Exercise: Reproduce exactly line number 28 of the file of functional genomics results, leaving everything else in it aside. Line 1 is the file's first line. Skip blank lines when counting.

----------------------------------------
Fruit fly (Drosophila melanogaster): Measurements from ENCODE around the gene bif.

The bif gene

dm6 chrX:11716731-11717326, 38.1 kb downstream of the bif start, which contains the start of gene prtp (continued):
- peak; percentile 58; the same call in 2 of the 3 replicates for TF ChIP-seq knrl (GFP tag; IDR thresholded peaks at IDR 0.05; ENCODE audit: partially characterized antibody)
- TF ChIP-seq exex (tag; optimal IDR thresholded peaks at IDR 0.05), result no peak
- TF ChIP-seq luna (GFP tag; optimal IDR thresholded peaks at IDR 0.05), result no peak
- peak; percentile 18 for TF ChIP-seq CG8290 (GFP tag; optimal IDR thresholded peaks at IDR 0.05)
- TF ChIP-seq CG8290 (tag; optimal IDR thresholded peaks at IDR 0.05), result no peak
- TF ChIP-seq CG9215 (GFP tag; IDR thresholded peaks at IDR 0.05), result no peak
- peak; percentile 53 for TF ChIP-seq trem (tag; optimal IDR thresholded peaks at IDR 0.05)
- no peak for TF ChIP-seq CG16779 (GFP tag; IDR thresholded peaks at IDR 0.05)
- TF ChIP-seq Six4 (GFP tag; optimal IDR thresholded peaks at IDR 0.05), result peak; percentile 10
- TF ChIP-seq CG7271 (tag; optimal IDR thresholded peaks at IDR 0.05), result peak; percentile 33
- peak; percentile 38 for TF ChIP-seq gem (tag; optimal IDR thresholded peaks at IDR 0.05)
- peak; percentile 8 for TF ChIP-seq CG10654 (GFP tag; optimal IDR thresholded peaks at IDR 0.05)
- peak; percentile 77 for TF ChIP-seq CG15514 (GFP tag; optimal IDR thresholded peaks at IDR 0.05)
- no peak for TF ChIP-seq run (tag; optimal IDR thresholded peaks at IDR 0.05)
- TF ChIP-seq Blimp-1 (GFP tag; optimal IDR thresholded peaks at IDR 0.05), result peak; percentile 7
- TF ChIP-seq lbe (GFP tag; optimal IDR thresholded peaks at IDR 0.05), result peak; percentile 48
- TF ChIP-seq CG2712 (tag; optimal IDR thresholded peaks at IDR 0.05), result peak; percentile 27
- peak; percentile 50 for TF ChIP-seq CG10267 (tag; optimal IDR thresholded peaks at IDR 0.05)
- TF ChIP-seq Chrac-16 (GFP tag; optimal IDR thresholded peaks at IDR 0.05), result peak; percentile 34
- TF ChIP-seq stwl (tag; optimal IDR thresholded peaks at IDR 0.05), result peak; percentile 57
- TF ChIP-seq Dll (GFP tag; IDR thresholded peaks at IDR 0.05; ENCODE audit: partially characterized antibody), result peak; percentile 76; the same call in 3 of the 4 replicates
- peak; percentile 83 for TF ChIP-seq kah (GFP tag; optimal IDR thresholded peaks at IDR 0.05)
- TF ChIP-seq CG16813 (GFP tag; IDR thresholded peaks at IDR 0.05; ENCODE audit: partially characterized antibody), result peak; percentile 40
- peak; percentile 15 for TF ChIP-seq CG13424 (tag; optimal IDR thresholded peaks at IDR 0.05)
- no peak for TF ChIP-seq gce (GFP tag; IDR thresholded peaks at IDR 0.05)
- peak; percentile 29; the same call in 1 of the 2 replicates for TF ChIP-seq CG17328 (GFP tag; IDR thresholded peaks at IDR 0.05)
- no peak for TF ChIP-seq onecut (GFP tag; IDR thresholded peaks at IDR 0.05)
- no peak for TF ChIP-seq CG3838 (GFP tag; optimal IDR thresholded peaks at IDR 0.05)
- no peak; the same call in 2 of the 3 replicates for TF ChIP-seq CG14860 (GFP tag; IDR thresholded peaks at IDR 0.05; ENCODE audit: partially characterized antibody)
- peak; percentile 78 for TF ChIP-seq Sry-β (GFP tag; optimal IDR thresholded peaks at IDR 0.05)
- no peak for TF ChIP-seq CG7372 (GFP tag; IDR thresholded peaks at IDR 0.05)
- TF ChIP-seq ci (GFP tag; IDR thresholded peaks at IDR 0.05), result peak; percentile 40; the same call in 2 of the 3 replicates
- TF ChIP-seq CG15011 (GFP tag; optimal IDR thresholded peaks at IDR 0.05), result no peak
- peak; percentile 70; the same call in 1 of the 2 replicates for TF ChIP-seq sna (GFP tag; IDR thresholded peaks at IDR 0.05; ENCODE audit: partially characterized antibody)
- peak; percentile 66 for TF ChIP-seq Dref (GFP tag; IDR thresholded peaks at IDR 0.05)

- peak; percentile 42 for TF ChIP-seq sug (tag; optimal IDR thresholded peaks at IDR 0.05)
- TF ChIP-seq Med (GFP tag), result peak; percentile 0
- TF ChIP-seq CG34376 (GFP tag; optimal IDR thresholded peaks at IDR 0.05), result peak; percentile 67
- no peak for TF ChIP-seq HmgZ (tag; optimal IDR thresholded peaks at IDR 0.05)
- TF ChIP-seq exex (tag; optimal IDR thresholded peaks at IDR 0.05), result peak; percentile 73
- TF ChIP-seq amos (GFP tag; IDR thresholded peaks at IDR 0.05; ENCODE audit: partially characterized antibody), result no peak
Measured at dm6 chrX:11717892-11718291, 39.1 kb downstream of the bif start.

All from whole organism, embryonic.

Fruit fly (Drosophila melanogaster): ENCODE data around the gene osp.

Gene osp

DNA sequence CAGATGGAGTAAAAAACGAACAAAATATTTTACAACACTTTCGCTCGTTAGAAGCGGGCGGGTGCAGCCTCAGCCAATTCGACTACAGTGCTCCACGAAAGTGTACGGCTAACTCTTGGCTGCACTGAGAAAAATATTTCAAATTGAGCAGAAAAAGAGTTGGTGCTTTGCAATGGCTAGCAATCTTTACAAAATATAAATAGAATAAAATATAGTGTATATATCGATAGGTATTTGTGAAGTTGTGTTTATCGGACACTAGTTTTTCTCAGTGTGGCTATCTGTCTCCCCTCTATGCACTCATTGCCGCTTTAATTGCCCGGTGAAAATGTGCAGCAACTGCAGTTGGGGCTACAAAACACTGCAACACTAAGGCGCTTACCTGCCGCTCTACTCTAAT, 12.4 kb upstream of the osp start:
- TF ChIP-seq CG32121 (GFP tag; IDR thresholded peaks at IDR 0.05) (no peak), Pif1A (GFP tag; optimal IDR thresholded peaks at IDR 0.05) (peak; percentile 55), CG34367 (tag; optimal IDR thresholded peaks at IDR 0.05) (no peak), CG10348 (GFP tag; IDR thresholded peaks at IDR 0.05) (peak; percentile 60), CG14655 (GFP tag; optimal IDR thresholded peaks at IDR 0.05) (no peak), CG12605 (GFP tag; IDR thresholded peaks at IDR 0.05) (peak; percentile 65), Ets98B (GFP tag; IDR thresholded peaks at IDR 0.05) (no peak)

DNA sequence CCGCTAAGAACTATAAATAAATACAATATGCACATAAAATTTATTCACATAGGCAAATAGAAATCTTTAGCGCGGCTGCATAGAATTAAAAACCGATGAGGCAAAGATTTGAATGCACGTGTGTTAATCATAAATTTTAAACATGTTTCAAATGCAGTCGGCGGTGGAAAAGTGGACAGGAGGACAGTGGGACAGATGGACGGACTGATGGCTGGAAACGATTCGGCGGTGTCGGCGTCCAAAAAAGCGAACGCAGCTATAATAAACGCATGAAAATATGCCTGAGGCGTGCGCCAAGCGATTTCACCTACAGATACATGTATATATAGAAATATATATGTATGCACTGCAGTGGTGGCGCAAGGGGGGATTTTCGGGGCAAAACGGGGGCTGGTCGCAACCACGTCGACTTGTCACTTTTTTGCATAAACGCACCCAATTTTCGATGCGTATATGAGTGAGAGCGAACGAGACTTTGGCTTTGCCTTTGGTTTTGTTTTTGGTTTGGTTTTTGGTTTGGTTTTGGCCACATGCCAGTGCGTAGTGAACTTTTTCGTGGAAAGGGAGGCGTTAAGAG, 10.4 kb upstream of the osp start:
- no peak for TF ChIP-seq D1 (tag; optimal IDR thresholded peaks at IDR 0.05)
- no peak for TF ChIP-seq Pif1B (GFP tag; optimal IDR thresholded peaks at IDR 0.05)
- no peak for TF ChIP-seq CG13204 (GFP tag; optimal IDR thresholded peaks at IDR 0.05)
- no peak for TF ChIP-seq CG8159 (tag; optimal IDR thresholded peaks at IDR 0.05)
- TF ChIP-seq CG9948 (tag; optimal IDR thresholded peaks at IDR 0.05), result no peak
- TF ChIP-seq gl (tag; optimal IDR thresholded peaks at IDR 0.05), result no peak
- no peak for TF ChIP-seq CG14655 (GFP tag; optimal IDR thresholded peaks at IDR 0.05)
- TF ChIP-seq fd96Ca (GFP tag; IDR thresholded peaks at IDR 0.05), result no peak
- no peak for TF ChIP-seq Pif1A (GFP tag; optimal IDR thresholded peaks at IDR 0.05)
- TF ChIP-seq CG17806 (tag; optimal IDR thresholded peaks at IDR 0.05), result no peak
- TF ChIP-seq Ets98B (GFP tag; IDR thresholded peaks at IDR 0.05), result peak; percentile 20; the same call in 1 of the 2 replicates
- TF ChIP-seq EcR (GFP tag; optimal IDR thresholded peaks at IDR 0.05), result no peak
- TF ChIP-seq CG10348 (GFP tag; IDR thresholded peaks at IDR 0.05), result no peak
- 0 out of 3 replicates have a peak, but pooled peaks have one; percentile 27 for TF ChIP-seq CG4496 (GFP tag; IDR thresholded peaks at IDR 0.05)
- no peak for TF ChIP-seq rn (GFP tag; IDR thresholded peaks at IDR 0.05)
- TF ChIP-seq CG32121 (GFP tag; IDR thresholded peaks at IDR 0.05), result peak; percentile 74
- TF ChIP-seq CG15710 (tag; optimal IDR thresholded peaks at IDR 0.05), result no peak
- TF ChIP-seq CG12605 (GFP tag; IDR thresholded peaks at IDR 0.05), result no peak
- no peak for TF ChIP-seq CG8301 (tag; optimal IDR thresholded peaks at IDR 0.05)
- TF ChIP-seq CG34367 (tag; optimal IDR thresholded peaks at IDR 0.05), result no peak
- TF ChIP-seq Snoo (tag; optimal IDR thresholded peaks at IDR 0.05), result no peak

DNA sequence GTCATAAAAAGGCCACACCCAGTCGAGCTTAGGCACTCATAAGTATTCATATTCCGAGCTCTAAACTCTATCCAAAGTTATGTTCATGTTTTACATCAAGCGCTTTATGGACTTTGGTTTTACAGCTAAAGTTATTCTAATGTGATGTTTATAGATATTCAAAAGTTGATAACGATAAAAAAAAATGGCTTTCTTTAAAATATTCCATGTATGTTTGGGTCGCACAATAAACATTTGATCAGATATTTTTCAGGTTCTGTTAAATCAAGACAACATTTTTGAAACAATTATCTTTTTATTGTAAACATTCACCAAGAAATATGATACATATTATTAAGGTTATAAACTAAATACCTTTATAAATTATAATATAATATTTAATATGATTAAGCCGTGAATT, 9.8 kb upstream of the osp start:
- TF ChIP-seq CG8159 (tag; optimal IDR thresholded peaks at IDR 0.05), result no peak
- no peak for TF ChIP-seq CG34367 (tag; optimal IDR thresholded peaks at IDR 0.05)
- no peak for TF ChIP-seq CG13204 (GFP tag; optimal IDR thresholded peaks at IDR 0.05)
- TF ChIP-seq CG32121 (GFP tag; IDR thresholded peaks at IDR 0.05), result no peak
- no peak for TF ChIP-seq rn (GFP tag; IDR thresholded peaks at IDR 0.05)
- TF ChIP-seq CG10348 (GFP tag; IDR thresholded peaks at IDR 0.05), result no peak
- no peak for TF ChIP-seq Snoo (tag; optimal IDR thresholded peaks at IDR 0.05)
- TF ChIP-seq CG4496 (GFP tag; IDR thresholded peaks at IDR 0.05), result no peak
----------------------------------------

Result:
- no peak for TF ChIP-seq gce (GFP tag; IDR thresholded peaks at IDR 0.05)